Why I wound up using Django
Eevee just wrote (and I just read) a good article on Python web development. It was an interesting experience for me, because a great deal of the article is about a middle level in Python webdev that I've basically skipped right over. I've worked at the level of CGI and WSGI and I've worked in the big framework land of Django, but I've never played around in the world of relatively simple and component-ized Python web frameworks that Eevee mostly talks about (to the extent that I merged them in with Django when I wrote about modern Python web app options). And that raises an obvious question: why did I wind up using Django instead of one of the smaller and simpler alternatives?
While I could say various things, the honest answer is twofold: good PR on Django's part and 'batteries included', with the first one being more important. The good PR insured that I knew of Django and indeed thought of it as the natural choice once I knew that I needed a framework. The batteries included nature meant that I was getting everything I needed in one place, pre-integrated for me, with no omissions that might have pulled me out to look at anything else.
Do I feel bad about falling for Django's PR and batteries included monolith? No. Not at all. While I have some sympathies to the smaller and leaner frameworks (I'm ordinarily a smaller is better person), I feel that frameworks are special in a way. The thing about frameworks is that they are only a means to an end, ie a working web app. Almost all web apps are small and undemanding enough that the differences between good enough frameworks are not important; any one of them will do. What really matters is getting your application written, and for that the inclusion of batteries matters a lot.
Let me be blunt. For most people selecting a framework, the last thing they want to do is then try to pick out a templating system, a database ORM layer, a forms handling package, and so on. This is especially so because all of those things are what really gets the work done for most projects; without them, a framework is only a skeleton that does, well, not very much (it's less a framework and more a request/response handling library) and provides very little help for your project. This means that including batteries by default is quite important in practice (even if it may cause political difficulties). I don't think that you have to make the default choice the only option, but if you want me to pay your framework much attention you need something that's pre-chosen and ideally pre-assembled for me; doing otherwise means that your framework simply requires too much additional time when there are other options.
Even if Django had not had the PR edge that it does, even if it had simply been one among a number of equally well known contenders, I think I would have chosen it purely for the batteries included nature. I had a project to get done and Django offered me a single solution for everything I needed so I could immediately jump into building my actual app.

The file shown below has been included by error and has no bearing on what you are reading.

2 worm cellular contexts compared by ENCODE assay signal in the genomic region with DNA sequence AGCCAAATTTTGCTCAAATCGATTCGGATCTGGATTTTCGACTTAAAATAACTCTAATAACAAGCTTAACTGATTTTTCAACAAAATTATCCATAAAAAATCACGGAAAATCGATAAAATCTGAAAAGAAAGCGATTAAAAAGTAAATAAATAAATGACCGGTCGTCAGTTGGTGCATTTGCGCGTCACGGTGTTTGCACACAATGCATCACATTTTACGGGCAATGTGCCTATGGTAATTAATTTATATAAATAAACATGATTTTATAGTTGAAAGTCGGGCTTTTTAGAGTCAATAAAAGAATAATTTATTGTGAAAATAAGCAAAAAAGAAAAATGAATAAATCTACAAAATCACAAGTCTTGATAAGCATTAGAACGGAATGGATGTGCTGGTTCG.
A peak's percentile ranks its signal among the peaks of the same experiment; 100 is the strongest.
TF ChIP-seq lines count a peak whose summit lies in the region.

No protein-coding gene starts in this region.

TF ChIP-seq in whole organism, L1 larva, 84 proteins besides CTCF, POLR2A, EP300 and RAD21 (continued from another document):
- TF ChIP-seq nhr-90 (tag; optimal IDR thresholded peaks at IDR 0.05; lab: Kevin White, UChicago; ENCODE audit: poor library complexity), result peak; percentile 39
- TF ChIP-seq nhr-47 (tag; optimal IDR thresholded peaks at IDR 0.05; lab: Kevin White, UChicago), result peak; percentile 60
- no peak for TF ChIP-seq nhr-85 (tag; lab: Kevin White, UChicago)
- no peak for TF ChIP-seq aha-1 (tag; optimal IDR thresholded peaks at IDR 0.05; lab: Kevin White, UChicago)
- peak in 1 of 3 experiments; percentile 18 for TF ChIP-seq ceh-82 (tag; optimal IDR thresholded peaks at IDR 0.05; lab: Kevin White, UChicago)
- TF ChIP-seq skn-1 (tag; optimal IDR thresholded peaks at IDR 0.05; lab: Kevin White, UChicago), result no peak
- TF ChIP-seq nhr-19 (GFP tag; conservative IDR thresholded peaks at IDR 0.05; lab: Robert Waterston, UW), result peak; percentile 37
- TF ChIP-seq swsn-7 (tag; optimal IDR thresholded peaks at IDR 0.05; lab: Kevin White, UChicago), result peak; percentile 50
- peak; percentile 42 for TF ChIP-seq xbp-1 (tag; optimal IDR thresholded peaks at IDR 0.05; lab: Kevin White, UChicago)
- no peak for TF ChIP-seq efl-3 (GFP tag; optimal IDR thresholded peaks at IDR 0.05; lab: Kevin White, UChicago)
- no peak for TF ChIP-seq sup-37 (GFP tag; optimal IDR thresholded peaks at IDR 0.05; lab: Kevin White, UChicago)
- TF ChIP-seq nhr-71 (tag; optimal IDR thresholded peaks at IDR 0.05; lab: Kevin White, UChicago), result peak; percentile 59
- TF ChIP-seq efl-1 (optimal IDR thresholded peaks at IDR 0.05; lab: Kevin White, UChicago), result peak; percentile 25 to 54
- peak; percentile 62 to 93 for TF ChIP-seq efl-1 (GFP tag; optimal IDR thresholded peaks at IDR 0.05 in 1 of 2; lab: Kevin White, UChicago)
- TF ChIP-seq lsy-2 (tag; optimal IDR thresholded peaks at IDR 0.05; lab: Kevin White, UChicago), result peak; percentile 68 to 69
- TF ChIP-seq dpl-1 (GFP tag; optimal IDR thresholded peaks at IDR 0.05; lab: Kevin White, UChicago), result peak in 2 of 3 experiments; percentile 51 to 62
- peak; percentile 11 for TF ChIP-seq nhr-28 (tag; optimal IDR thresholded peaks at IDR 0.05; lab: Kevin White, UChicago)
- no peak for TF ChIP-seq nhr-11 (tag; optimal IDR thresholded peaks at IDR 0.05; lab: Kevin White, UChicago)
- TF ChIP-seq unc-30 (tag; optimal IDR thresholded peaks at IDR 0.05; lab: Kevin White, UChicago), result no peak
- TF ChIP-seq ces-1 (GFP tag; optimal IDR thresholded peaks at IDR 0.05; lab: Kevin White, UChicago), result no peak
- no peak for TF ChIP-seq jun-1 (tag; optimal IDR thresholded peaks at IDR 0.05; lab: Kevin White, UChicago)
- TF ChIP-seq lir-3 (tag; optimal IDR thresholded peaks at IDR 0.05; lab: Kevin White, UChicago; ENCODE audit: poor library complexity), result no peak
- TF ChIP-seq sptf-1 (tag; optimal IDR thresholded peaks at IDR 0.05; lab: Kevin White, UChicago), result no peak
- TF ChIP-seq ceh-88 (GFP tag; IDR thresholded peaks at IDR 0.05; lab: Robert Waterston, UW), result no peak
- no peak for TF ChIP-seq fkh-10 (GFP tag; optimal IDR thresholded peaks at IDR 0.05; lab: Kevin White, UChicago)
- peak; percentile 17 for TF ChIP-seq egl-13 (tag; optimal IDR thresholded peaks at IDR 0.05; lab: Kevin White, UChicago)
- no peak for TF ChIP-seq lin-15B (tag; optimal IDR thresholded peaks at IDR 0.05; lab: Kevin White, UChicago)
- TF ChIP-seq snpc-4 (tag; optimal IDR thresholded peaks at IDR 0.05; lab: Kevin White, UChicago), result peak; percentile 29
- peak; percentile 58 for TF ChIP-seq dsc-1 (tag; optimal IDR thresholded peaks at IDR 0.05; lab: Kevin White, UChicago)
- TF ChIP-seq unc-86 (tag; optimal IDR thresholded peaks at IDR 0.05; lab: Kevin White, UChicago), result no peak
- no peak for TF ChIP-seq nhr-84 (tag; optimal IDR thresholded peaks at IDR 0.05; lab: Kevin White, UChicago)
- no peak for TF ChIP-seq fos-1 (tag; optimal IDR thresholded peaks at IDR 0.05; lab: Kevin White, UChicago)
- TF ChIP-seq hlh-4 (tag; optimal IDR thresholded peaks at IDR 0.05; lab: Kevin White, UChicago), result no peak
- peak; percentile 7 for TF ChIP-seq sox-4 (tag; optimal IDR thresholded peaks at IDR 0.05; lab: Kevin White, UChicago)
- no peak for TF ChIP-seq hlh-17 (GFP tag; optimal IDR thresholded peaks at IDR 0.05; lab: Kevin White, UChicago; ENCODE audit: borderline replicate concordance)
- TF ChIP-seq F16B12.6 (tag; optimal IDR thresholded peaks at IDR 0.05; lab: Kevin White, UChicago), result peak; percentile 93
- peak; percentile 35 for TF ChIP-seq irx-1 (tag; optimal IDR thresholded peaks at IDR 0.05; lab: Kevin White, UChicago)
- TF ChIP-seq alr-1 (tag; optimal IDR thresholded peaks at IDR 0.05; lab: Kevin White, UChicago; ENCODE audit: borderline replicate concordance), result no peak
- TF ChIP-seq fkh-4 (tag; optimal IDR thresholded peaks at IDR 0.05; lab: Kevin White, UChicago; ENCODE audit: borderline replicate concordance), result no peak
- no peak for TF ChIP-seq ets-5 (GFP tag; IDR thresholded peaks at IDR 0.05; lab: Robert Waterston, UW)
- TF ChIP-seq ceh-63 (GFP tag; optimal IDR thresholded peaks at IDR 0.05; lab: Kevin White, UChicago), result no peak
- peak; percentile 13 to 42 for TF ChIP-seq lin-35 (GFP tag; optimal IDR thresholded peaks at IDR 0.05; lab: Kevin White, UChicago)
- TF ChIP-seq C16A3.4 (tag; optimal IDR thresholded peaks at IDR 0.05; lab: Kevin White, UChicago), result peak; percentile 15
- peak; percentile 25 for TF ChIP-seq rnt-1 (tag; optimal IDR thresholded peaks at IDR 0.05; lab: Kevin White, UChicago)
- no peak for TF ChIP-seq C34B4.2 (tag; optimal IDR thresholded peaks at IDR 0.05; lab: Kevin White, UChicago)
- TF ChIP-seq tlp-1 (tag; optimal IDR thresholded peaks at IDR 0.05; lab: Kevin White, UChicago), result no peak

Counting your syndication feed readers
Suppose that your blog has a syndication feed, and you would like to know how many people are reading it. While you could just look at your web stats to see how many different people pull your feed, the numbers aren't you'll get won't be too useful. Some of those feed requests are from aggregators and not all aggregators report readership numbers to you (and some of them have no idea, for example planet-style aggregators that just put the result up on a web page), plus not everyone who pulls your feed is still actually reading your entries; you have to assume that a certain amount of feed subscriptions are just quietly rotting away unread.
(These effects compound, of course. I have no idea if Google Reader's reported numbers exclude people who are subscribed but not reading, for example.)
I will cut to the chase: the hack solution to this is images. You can crudely track actual entry readership by putting a (unique) image in your entry, one that you host, and then counting requests for it in your own logs. Of course this works best if you already write the sort of blog where you include images in your entries, either as part of them or simply for visual flavour and design. Otherwise people may start to wonder why your entries periodically include random images.
(There are all sorts of issues with this which make it only a crude measure. Carefully making the image uncacheable by proxies and serving cookies with it will help with some of them.)
There are at least three sorts of images you can use for this; little invisible 'web bug' images, more or less unimportant images that are just used to add visual appeal and design to entries, or images that are actual relevant parts of your entries. Setting aside the issue of being nice to your readers, the last choice is the pragmatically best one. If the images are actually an integral part of your entries your readers will make sure that they see them even in the face of feed reader issues (going so far as to visit your entry directly if necessary). Less important images can drop out without the readers caring (or even noticing), so you will undercount such people.
(Web bugs are especially likely to get screened out, of course. I wouldn't be surprised if some feed readers and aggregators do it automatically by now.)
PS: I'm sure this is well known in the part of the web world that cares about readership stats. I just feel like writing it down here for the record.